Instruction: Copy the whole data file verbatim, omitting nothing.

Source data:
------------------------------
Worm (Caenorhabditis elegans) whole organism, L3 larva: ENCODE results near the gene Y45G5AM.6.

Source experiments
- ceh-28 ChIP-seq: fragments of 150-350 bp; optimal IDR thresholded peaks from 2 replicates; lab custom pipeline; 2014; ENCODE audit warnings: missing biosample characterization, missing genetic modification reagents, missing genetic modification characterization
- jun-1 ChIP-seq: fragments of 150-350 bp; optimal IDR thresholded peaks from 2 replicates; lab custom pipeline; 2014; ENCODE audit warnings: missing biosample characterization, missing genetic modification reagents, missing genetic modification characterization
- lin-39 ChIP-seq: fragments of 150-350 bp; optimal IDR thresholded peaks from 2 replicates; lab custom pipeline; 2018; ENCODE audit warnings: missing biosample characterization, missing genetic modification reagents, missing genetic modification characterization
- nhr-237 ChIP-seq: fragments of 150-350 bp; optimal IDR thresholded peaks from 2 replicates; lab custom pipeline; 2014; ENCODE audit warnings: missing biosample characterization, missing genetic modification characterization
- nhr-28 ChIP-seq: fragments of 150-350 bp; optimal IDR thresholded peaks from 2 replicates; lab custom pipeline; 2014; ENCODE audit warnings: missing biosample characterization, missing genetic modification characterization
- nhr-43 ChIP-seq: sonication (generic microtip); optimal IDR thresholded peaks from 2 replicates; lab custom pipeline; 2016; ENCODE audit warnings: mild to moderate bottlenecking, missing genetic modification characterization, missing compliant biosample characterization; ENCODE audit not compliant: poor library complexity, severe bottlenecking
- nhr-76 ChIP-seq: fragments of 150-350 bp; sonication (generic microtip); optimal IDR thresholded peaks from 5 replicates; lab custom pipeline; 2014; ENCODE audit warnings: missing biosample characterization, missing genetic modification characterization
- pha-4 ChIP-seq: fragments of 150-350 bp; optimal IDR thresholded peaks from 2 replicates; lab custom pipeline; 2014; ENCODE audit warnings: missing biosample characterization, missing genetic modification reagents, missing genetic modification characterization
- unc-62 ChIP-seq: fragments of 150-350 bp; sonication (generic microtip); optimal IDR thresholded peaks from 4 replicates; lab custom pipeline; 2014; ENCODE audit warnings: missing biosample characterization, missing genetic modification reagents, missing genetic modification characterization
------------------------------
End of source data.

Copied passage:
Worm (Caenorhabditis elegans) whole organism, L3 larva: ENCODE results near the gene Y45G5AM.6.

Source experiments
- ceh-28 ChIP-seq: fragments of 150-350 bp; optimal IDR thresholded peaks from 2 replicates; lab custom pipeline; 2014; ENCODE audit warnings: missing biosample characterization, missing genetic modification reagents, missing genetic modification characterization
- jun-1 ChIP-seq: fragments of 150-350 bp; optimal IDR thresholded peaks from 2 replicates; lab custom pipeline; 2014; ENCODE audit warnings: missing biosample characterization, missing genetic modification reagents, missing genetic modification characterization
- lin-39 ChIP-seq: fragments of 150-350 bp; optimal IDR thresholded peaks from 2 replicates; lab custom pipeline; 2018; ENCODE audit warnings: missing biosample characterization, missing genetic modification reagents, missing genetic modification characterization
- nhr-237 ChIP-seq: fragments of 150-350 bp; optimal IDR thresholded peaks from 2 replicates; lab custom pipeline; 2014; ENCODE audit warnings: missing biosample characterization, missing genetic modification characterization
- nhr-28 ChIP-seq: fragments of 150-350 bp; optimal IDR thresholded peaks from 2 replicates; lab custom pipeline; 2014; ENCODE audit warnings: missing biosample characterization, missing genetic modification characterization
- nhr-43 ChIP-seq: sonication (generic microtip); optimal IDR thresholded peaks from 2 replicates; lab custom pipeline; 2016; ENCODE audit warnings: mild to moderate bottlenecking, missing genetic modification characterization, missing compliant biosample characterization; ENCODE audit not compliant: poor library complexity, severe bottlenecking
- nhr-76 ChIP-seq: fragments of 150-350 bp; sonication (generic microtip); optimal IDR thresholded peaks from 5 replicates; lab custom pipeline; 2014; ENCODE audit warnings: missing biosample characterization, missing genetic modification characterization
- pha-4 ChIP-seq: fragments of 150-350 bp; optimal IDR thresholded peaks from 2 replicates; lab custom pipeline; 2014; ENCODE audit warnings: missing biosample characterization, missing genetic modification reagents, missing genetic modification characterization
- unc-62 ChIP-seq: fragments of 150-350 bp; sonication (generic microtip); optimal IDR thresholded peaks from 4 replicates; lab custom pipeline; 2014; ENCODE audit warnings: missing biosample characterization, missing genetic modification reagents, missing genetic modification characterization